System: This rite can be cast upon more than one person or object, but the ritemaster must spend one Gnosis point on each extra thing in need of cleansing. Each success cleanses the target(s) of 3 dots of Wyrm Taint. If the rite is performed at dawn, the Rite cleanses 4 dots of Wyrm Taint per success instead of the normal 3. This rite cannot heal wounds or damage caused by Wyrm Taint — it only removes the spiritual contamination itself. This rite cannot cleanse taint of the most innate sort, either, instead inflicting agony when performed upon a fomor, vampires with a Humanity of 5 or lower, unrepentant Black Spiral Dancer or other similarly corrupt being.

Rite of Contrition (●)

This rite is a form of apology. The offending party uses it to prevent the enmity of spirits or Garou whom an individual has offended, or to prevent war between septs or tribes. The rite most often involves the enactor dropping to her belly and sliding forward. The ritemaster may also whine and lick his paws or hands. If performed well, however, a simple inclination of the head may suffice. To enact the rite successfully, the Garou must either give a small gift to the offended individual or, in the case of a spirit, possess some aspect of the spirit in question (for example, a clay falcon if the Garou is appealing to the totem spirit Falcon) that he pays homage to.

System: The resistance to the rite equals the Rage of the target werewolf or the rank of the target spirit. A single success suffices for a gracious apology, but may not be enough to mend friendships or undo grievous errors. The more successes rolled, the greater the wrong that can be forgiven. Werewolves who refuse to recognize a Rite of Contrition are looked upon poorly by elders. Most spirits will always accept a well-performed rite.

Rite of Renunciation (●●)

In this rare rite, a werewolf rejects the auspice under which he was born and chooses a new one. The Garou must perform this rite during the phase of the moon he wishes to adopt. Most commonly, water from a silver basin exposed to Luna’s radiance is poured over the naked supplicant, washing him clean of all he once was, including all rank. He is now free to start anew as a member of his adopted auspice. Many werewolves view such a “Shifting Moon” with suspicion, especially Shadow Lords and Silver Fangs — who is the Garou, after all, to decide he knows better than Luna?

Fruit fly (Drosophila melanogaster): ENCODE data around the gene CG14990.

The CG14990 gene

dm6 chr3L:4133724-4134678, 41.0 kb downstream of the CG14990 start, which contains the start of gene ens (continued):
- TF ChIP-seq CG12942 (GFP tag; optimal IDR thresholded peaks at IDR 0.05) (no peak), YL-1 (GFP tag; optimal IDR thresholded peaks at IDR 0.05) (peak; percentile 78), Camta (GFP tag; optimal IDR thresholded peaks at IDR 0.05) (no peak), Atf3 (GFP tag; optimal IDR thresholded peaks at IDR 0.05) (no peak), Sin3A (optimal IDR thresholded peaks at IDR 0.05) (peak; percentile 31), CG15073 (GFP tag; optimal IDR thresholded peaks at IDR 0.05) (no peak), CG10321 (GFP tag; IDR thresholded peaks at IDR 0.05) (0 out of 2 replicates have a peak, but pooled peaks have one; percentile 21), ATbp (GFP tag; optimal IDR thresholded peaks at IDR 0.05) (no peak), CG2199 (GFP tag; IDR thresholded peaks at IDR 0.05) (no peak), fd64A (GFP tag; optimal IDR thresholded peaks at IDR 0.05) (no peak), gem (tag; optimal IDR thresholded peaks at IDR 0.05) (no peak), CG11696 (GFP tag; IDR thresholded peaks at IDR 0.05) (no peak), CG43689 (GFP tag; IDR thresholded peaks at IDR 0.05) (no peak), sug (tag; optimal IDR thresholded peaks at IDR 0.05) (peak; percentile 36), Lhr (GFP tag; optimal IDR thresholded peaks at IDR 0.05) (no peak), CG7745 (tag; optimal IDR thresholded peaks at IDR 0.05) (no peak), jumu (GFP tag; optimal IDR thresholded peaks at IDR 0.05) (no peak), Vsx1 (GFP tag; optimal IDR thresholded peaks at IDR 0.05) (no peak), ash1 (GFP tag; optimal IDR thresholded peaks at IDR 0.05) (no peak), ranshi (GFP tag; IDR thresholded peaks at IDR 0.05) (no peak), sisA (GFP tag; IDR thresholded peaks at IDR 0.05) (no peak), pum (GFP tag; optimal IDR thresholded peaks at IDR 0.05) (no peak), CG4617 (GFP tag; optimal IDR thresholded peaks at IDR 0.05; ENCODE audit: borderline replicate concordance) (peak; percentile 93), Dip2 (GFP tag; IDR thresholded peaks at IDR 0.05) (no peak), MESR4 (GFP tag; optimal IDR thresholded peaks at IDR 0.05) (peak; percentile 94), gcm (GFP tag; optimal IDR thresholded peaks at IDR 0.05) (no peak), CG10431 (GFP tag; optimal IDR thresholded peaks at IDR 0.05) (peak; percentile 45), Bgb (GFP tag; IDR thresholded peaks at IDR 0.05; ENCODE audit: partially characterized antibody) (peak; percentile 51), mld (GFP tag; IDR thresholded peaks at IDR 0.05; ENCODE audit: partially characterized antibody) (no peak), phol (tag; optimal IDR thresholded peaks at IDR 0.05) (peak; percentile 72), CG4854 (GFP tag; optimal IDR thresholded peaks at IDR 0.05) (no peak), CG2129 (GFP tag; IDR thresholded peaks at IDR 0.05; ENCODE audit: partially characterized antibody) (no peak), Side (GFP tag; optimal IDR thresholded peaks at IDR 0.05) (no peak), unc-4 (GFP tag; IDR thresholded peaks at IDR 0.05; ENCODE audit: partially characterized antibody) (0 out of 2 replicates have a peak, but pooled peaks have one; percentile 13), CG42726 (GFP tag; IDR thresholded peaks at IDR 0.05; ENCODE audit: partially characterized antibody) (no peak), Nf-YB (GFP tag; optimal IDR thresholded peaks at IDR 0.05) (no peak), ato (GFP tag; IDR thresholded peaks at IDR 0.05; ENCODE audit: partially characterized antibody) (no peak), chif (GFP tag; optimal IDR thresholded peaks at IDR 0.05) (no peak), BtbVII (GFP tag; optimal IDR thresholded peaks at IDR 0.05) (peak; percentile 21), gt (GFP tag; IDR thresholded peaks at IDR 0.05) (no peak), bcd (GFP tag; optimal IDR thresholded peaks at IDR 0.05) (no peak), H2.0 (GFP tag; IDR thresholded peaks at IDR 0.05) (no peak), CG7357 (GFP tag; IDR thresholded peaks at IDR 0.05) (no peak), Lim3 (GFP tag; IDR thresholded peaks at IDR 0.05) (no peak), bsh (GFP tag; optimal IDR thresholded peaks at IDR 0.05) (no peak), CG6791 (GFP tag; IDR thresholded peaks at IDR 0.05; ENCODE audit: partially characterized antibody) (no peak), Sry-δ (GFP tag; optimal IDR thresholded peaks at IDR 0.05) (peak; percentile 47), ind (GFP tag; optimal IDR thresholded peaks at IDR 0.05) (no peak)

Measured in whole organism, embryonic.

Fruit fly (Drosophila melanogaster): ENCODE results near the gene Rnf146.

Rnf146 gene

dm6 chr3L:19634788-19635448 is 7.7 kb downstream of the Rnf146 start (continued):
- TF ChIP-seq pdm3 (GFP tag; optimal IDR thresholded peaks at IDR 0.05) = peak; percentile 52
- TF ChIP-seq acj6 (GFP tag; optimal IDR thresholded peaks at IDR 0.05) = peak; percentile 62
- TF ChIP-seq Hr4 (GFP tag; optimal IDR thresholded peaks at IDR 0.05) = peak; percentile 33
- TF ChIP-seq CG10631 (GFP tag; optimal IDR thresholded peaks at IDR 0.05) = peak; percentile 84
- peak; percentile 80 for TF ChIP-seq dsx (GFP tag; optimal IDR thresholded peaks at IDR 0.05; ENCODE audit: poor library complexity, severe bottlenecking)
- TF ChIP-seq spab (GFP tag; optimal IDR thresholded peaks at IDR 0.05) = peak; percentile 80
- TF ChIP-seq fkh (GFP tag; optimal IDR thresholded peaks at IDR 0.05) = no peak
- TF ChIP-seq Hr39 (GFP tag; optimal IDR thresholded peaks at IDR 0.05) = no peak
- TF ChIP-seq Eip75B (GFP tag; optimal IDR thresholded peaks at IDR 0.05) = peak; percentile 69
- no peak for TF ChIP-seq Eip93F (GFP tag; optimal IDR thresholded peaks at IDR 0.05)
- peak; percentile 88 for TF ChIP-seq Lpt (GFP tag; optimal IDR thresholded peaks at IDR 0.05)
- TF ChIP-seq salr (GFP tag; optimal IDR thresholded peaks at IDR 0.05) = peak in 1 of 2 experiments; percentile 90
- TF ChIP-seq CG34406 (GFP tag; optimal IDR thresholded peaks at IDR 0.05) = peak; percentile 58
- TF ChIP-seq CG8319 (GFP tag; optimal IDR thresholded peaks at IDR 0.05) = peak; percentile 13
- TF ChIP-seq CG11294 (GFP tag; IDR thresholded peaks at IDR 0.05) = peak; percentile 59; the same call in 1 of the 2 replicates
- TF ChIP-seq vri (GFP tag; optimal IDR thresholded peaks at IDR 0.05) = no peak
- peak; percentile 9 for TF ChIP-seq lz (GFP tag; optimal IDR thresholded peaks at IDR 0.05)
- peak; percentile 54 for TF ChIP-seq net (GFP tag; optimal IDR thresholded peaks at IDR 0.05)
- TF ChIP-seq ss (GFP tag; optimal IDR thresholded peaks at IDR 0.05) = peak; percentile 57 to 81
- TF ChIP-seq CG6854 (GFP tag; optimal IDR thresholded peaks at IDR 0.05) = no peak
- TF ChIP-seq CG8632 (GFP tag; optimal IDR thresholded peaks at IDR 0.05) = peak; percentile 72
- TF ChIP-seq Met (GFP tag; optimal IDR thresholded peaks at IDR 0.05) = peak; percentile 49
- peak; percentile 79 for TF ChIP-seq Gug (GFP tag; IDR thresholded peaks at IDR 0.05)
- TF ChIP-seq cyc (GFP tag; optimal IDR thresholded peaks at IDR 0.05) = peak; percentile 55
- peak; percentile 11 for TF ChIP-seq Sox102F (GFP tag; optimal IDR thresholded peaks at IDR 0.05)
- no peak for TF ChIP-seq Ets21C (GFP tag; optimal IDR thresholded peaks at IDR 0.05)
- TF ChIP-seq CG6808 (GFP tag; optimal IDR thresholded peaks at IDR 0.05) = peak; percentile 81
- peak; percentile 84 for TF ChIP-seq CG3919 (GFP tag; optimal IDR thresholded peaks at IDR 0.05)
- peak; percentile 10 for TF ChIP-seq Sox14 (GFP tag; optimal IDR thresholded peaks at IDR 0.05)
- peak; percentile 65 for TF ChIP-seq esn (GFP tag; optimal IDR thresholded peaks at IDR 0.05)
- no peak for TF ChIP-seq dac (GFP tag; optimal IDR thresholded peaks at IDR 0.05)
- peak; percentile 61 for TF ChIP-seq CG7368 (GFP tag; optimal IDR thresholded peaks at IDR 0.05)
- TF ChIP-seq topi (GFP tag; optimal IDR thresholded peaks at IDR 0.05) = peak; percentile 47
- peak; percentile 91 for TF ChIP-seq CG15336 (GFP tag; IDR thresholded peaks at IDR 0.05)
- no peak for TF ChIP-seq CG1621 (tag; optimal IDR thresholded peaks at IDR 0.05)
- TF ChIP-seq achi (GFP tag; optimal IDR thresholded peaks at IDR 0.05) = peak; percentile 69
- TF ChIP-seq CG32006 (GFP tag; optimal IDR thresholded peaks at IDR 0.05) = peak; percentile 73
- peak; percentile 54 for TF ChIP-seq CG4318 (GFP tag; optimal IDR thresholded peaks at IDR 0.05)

System: A character who changes auspices must start anew at Rank 1 (Cliath). Although he keeps any Gifts he has already learned, he may never learn new Gifts from his old auspice no matter the instructor. However, Gifts of his adopted auspice now cost the standard cost in experience. Variants of this rite also exist to allow Garou to renounce their tribe and join a new one - but this is counted not only as a grave insult to the abandoned tribe, but also to the tribe’s totem. In no case can this rite be used to return a Garou to a renounced auspice or tribe.

Rite of the Loyal Pack (●●●)

A leader needs respect from those that follow him if he (and they) wish to succeed. Usually, only packs that have been working together for some time and who trust each other enough to further cement those bonds perform this rite.
The rite makes the whole pack’s focus and commitment dependent on the pack alpha. In effect, they submit completely to him, in the hope of gaining an advantage from his commitment to working for the benefit of all. Each member of the pack must take a small item of personal significance and a length of his or her own hair and give it to the ritemaster. She then binds together all the objects using the hairs and buries the bundle within the pack’s home caern.

System: If the ritual roll succeeds, the entire pack gains two extra points of Willpower at the beginning of each session as long as the pack alpha is acting in the best interests of the whole pack. (Note that this cannot put a character over their maximum Willpower.) However, if the alpha has not been acting in the pack’s interests, the entire pack loses two points of Willpower at the beginning of each session. The gain or loss is entirely at the Storyteller’s discretion. Should the pack alpha change, the rite’s effects immediately end.

Enchant the Forest (●●●●)

Everyone’s heard of enchanted forests in which the trees themselves seem aware, strange voices whisper, wicked witches roam, and goblins and fae of all manner plague the weary traveler. Though the Garou used to rule the wilds, humanity encroaches more and more on their ranges. Hundreds of years ago, Theurges developed a rite with which to frustrate such expansion. This rite, Enchant the Forest, awakens the spirits of the land and urges them to protect the Wyld. These spirits awaken and move to resist any human settlements in the area.

Springs dry out. The winter grows harsher than ever before, yet the trees are remarkably fast-growing and resilient. Food decays and rots in no time, and vermin and insects infest the area. Attempts to construct power lines fail inexplicably. On the rare occasions when cell phones are able to get any reception at all, their calls are interrupted by threatening screeches of static and disturbing whispers. Humans eventually either leave or die, and the wilderness reclaims its lost property.

The area seems haunted for years afterwards. The trees are dark and threatening, and strange sounds emanate from the woods at night. The spirits, once roused, don’t rest again for a very long time. Superstitious tales of haunted lands circulate, and many humans give the area wide berth. Unfortunately, many others may become interested — government agencies, paranormal investigators, and other supernatural beings.